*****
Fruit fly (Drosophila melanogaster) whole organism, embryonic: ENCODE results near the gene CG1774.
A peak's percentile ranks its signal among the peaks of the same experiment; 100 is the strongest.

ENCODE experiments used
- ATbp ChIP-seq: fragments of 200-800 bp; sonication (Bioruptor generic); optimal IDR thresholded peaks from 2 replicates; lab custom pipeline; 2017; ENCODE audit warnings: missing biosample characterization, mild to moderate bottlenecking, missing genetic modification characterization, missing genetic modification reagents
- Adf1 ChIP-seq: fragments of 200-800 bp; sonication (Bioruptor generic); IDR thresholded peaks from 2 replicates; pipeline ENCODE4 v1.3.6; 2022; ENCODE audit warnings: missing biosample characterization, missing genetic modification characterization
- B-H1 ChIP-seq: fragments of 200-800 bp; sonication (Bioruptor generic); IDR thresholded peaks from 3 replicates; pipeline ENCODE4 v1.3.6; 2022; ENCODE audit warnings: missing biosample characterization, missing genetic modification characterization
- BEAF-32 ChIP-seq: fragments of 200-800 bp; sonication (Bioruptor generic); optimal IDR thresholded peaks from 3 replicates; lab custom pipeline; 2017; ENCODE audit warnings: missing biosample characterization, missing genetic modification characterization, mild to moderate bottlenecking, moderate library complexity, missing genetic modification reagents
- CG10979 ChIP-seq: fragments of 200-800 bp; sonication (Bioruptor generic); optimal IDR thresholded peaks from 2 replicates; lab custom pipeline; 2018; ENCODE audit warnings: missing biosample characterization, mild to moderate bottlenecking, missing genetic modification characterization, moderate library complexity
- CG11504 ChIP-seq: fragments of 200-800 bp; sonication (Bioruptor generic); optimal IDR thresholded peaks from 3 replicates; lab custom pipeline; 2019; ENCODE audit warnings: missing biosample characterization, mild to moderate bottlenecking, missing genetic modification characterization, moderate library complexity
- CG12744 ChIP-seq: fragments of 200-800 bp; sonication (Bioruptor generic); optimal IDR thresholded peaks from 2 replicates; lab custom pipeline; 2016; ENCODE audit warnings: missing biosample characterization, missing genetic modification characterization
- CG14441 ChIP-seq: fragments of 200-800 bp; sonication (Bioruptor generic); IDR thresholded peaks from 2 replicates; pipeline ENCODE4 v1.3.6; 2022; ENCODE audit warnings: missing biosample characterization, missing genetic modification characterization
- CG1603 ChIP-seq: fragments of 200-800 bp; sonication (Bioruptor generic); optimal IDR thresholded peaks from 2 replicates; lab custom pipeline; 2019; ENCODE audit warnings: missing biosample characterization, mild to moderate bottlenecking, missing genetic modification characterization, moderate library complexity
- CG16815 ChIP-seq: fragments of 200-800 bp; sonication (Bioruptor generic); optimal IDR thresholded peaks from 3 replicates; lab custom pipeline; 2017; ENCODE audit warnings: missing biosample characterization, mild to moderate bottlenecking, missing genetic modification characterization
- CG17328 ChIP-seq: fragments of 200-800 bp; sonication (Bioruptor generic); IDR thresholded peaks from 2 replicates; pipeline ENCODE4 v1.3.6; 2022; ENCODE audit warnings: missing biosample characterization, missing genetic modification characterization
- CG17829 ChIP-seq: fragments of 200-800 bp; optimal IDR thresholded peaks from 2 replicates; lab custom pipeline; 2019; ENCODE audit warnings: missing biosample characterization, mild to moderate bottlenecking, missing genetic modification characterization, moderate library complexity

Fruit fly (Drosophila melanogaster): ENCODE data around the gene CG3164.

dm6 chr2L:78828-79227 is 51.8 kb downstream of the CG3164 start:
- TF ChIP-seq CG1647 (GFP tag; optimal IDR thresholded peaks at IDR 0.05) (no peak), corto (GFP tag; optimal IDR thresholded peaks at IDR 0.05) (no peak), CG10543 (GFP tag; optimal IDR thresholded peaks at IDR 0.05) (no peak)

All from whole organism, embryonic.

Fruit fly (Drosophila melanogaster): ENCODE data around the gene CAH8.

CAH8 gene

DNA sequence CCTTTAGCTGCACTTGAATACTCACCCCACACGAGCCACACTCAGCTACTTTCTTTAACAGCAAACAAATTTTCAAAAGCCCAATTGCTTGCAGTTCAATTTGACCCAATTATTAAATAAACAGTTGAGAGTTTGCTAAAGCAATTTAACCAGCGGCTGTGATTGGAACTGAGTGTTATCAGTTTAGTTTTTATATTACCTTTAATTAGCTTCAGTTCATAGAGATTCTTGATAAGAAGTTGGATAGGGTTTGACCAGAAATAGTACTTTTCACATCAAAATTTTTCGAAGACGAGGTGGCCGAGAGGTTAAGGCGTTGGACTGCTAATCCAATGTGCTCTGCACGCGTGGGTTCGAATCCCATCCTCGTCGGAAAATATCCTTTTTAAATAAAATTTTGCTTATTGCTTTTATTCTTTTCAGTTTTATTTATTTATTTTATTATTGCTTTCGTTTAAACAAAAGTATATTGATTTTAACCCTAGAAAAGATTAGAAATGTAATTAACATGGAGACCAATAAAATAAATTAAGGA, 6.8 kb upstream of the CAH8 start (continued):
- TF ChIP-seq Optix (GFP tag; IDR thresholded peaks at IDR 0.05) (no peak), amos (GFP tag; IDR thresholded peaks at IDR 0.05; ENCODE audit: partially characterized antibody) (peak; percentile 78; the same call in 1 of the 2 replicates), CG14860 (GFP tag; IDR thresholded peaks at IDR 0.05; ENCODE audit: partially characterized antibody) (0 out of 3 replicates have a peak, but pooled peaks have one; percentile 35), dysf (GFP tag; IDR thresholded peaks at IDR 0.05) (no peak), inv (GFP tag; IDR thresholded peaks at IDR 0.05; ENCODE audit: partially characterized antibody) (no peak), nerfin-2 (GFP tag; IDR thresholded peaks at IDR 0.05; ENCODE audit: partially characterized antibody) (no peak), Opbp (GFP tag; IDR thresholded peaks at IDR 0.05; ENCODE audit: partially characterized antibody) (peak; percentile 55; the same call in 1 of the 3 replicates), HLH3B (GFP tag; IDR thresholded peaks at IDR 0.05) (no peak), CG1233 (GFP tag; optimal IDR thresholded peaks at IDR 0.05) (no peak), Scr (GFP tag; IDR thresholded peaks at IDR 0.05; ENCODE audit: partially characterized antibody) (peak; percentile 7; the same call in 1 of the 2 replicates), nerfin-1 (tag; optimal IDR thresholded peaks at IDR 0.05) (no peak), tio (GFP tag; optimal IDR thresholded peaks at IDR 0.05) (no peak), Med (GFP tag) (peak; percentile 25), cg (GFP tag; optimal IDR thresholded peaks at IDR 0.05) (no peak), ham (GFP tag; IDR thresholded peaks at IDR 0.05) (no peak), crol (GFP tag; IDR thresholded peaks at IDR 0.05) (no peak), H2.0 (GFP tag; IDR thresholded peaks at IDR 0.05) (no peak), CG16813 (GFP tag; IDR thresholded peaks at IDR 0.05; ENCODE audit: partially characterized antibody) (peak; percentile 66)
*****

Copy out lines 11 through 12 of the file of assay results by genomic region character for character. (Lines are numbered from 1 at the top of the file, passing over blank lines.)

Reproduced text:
- CG14441 ChIP-seq: fragments of 200-800 bp; sonication (Bioruptor generic); IDR thresholded peaks from 2 replicates; pipeline ENCODE4 v1.3.6; 2022; ENCODE audit warnings: missing biosample characterization, missing genetic modification characterization
- CG1603 ChIP-seq: fragments of 200-800 bp; sonication (Bioruptor generic); optimal IDR thresholded peaks from 2 replicates; lab custom pipeline; 2019; ENCODE audit warnings: missing biosample characterization, mild to moderate bottlenecking, missing genetic modification characterization, moderate library complexity